A fallacy is a mistake in belief based on an unsound argument; so, an ignorance fallacy, or Appeal to Ignorance occurs when a person mistakenly believes something to be true that is not, because he or she does not know enough about the subject, or ha not bee given enough evidence, to know otherwise.
For example, an argument based on stereotype is an example of ignorance fallacy. Such an argument is persuasive because the audience wants to believe what their prejudice tells them is true.
Finding an Ignorance Fallacy
Ignorance fallacies can be found everywhere in everyday conversation, in advertising, in politics and in history.
Some examples of ignorance fallacies include:
- You can’t prove that there aren’t Martians living in caves under the surface of Mars, so it is reasonable for me to believe there are.
- No one can actually prove that God exists; therefore God does not exist.
- A cat who has roamed freely around a house speaks to a mouse who is hiding behind the wall. Through the hole in the wall, the cat says to the mouse, “Come on out! All the furniture out here is made of cheese!”
- You can’t prove that there isn’t a mirror universe of our own, so there must be one out there somewhere!
- If he was elected, Mitt Romney would take away Social Security and Medicaid benefits.
- If a Republican is elected, we will have women dying from back alley abortions.
- If a Democrat is elected, the government will pay for all of my utility bills and I will get a new cell phone for free from the government.
- A woman living in Pennsylvania watches the news and sees reports of kidnappings and violence on the border between Arizona and Mexico. Her daughter lives in Arizona, several hours from the border. Because the woman sees kidnappings and violence on the news, she tells her daughter that she better move out of Arizona or else she will be kidnapped.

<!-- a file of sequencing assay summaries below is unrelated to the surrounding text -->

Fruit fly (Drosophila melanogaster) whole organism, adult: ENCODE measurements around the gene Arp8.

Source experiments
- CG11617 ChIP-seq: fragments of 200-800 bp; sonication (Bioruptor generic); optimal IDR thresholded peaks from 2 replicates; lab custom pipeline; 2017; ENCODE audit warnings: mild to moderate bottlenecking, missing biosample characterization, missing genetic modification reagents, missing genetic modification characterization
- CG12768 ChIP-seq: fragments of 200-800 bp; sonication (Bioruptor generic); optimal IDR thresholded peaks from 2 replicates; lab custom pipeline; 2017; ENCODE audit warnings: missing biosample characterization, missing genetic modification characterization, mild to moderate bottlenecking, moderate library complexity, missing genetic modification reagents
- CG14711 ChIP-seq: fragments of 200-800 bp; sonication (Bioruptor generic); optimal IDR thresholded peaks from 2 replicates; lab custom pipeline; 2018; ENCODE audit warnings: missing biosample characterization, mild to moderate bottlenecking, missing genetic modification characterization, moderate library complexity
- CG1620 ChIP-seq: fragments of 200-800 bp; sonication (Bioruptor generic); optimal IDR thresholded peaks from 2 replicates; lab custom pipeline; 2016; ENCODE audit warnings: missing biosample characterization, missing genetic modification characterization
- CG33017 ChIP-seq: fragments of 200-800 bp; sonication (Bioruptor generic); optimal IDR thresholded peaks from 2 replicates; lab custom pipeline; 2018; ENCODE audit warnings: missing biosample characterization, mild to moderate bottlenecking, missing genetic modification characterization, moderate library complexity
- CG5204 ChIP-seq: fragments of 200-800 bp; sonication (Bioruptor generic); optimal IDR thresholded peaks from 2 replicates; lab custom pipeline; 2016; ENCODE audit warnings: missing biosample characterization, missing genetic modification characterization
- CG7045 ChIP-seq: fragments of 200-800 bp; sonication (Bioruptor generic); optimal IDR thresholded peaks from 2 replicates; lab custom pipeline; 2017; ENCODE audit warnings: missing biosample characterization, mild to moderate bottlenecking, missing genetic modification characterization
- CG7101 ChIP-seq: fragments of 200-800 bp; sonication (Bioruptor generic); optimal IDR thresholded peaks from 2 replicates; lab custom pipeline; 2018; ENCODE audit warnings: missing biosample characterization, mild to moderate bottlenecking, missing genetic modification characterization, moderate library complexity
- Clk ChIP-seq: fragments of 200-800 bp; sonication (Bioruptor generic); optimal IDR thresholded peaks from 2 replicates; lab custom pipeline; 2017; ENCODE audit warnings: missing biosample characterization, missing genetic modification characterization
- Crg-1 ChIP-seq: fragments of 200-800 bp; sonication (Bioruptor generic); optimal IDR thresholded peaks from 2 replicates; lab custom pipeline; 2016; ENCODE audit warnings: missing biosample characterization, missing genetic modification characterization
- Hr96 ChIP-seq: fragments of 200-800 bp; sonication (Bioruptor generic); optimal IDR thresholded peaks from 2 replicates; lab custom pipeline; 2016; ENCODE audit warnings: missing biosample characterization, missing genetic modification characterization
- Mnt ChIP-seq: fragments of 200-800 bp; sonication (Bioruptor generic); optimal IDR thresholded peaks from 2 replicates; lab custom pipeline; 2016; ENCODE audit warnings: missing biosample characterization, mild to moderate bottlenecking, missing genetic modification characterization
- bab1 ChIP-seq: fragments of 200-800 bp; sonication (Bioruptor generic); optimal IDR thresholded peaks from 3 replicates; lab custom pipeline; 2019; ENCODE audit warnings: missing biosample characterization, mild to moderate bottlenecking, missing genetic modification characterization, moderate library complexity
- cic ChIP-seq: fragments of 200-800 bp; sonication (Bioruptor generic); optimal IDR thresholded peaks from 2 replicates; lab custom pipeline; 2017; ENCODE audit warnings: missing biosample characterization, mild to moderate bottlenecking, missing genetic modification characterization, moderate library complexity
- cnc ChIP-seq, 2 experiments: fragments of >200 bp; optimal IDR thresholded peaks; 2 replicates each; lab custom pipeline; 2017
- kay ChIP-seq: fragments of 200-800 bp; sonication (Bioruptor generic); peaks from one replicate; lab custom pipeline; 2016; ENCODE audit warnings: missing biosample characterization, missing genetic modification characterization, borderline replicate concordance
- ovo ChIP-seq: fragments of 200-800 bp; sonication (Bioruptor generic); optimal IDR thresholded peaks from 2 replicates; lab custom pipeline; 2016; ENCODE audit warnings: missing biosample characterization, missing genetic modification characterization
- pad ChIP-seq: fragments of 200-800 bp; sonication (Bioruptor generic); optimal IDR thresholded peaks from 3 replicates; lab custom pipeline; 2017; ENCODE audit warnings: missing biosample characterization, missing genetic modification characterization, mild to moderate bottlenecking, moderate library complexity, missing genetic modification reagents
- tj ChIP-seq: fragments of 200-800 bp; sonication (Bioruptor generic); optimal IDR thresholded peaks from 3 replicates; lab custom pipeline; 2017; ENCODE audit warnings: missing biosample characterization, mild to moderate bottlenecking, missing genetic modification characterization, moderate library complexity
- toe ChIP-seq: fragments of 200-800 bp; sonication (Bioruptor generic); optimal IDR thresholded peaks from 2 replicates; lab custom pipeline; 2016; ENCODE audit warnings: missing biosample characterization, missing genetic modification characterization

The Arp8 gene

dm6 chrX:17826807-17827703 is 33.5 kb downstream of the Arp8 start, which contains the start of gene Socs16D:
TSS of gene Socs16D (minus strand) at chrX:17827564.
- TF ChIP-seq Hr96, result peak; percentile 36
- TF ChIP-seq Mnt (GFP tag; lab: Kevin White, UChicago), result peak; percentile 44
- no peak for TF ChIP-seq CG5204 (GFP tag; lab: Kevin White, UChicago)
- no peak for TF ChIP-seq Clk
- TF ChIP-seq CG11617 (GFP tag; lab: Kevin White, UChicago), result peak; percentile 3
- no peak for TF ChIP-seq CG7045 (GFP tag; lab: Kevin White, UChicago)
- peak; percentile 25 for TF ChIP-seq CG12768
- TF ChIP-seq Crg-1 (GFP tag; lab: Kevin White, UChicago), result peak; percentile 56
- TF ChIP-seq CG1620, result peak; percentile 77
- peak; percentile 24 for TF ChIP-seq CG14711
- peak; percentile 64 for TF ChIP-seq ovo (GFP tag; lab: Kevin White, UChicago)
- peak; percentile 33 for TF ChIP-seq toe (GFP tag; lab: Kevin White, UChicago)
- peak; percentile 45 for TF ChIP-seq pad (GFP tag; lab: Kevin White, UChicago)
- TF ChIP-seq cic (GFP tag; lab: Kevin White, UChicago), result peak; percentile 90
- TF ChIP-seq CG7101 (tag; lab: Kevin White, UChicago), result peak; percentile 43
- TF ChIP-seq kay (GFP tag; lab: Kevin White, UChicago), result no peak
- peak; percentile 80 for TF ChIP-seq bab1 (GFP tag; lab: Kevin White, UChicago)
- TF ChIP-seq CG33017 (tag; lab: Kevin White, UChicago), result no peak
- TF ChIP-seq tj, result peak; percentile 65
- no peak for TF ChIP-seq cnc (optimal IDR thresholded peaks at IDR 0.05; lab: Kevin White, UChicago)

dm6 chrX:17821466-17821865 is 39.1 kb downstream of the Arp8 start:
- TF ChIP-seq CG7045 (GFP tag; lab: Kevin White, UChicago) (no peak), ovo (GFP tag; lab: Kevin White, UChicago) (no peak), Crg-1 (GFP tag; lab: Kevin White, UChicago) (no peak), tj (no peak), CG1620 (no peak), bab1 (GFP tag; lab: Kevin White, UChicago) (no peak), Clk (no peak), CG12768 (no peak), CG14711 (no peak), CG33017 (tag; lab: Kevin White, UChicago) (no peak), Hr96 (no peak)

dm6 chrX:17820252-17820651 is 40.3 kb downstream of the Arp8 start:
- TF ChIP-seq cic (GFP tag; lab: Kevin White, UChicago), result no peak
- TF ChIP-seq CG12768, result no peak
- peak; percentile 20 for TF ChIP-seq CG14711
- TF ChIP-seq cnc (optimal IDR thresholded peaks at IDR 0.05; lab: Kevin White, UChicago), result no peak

- Children in some countries are recruited into their nations’ armies at very young ages. They are indoctrinated to believe that people of other ethnicities or beliefs are evil and should be eliminated. The children have no way of knowing that this is not true, and therefore their ignorance is played upon as they are raised to believe false information.
- When speaking to an audience who has never personally known a Jewish person, the speaker refers to Jewish people as being stingy, greedy, or otherwise obsessed with their money. The audience believes this assumption.
- The Crusades and Inquisition prove that the Catholic Church is evil.
- I grew up listening to and watching the Beach Boys in warm and sunny southern California. It must always be hot and sunny there.
- Don’t move to Seattle because it rains all the time.
- There is no evidence for the Loch Ness monster; therefore, the Loch Ness monster does not exist.
- No one on the council objected to the idea that he proposed, so everyone must think it’s a great idea.
- When speaking to an audience of people who hate sports, a speaker says “Sports have nothing to do with the American culture” and the audience agrees.
- She didn’t say that I couldn’t borrow her car, so I figured it was fine if I borrowed it for the weekend.
- Scientists haven’t proved that UFOs do not visit the Earth, so there’s no reason not to think that they do.
- The doctors can’t explain how she woke from the coma so it must have been the power of our prayers.
- I’ve never been hit by lightening when standing under a tree so we’ll be perfectly safe to shelter by this oak now.
So, now you have seen a lot of different ignorance fallacies. Be on the lookout and make sure you don’t believe any yourself.